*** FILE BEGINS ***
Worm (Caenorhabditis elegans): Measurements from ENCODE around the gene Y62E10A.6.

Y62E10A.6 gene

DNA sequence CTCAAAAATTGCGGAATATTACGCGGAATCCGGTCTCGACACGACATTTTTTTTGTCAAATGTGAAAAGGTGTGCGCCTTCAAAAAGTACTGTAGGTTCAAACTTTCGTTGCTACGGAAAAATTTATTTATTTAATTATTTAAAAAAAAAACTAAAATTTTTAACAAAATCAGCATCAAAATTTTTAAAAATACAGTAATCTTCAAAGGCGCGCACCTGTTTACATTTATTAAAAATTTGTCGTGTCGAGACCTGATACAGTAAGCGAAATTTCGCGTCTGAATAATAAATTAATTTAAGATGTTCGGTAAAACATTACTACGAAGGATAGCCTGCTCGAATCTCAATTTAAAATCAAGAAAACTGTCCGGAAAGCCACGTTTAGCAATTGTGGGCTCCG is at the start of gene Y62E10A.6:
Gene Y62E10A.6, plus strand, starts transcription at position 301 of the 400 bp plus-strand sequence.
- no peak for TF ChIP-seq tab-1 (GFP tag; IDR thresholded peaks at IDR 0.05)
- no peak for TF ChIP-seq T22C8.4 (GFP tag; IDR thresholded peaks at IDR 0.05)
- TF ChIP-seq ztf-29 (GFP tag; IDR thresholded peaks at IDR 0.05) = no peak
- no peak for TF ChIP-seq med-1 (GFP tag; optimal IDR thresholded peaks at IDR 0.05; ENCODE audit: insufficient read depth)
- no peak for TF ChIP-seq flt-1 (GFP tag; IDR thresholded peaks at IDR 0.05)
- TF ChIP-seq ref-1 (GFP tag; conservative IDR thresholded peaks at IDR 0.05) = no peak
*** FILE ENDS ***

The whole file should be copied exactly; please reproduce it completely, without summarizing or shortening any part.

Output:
Worm (Caenorhabditis elegans): Measurements from ENCODE around the gene Y62E10A.6.

Y62E10A.6 gene

DNA sequence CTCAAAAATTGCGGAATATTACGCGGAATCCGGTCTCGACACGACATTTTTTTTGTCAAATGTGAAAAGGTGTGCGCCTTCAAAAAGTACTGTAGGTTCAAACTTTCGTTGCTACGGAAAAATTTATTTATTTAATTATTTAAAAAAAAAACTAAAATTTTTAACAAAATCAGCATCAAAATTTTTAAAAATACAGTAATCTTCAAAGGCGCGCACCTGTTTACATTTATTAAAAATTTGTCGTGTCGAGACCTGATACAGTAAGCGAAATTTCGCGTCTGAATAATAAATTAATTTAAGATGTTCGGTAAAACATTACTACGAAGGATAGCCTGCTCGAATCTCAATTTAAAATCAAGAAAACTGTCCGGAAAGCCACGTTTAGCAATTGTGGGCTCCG is at the start of gene Y62E10A.6:
Gene Y62E10A.6, plus strand, starts transcription at position 301 of the 400 bp plus-strand sequence.
- no peak for TF ChIP-seq tab-1 (GFP tag; IDR thresholded peaks at IDR 0.05)
- no peak for TF ChIP-seq T22C8.4 (GFP tag; IDR thresholded peaks at IDR 0.05)
- TF ChIP-seq ztf-29 (GFP tag; IDR thresholded peaks at IDR 0.05) = no peak
- no peak for TF ChIP-seq med-1 (GFP tag; optimal IDR thresholded peaks at IDR 0.05; ENCODE audit: insufficient read depth)
- no peak for TF ChIP-seq flt-1 (GFP tag; IDR thresholded peaks at IDR 0.05)
- TF ChIP-seq ref-1 (GFP tag; conservative IDR thresholded peaks at IDR 0.05) = no peak